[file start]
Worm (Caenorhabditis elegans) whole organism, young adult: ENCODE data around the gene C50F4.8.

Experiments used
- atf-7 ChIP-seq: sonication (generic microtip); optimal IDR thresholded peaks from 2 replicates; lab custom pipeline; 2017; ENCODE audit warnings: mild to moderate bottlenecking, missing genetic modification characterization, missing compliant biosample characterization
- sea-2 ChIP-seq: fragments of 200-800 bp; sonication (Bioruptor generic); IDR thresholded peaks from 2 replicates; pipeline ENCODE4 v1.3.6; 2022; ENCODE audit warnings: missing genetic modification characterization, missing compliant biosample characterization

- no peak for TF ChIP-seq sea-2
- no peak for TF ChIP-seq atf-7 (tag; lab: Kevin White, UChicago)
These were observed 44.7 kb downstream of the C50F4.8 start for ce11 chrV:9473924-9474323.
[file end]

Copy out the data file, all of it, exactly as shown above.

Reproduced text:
Worm (Caenorhabditis elegans) whole organism, young adult: ENCODE data around the gene C50F4.8.

Experiments used
- atf-7 ChIP-seq: sonication (generic microtip); optimal IDR thresholded peaks from 2 replicates; lab custom pipeline; 2017; ENCODE audit warnings: mild to moderate bottlenecking, missing genetic modification characterization, missing compliant biosample characterization
- sea-2 ChIP-seq: fragments of 200-800 bp; sonication (Bioruptor generic); IDR thresholded peaks from 2 replicates; pipeline ENCODE4 v1.3.6; 2022; ENCODE audit warnings: missing genetic modification characterization, missing compliant biosample characterization

- no peak for TF ChIP-seq sea-2
- no peak for TF ChIP-seq atf-7 (tag; lab: Kevin White, UChicago)
These were observed 44.7 kb downstream of the C50F4.8 start for ce11 chrV:9473924-9474323.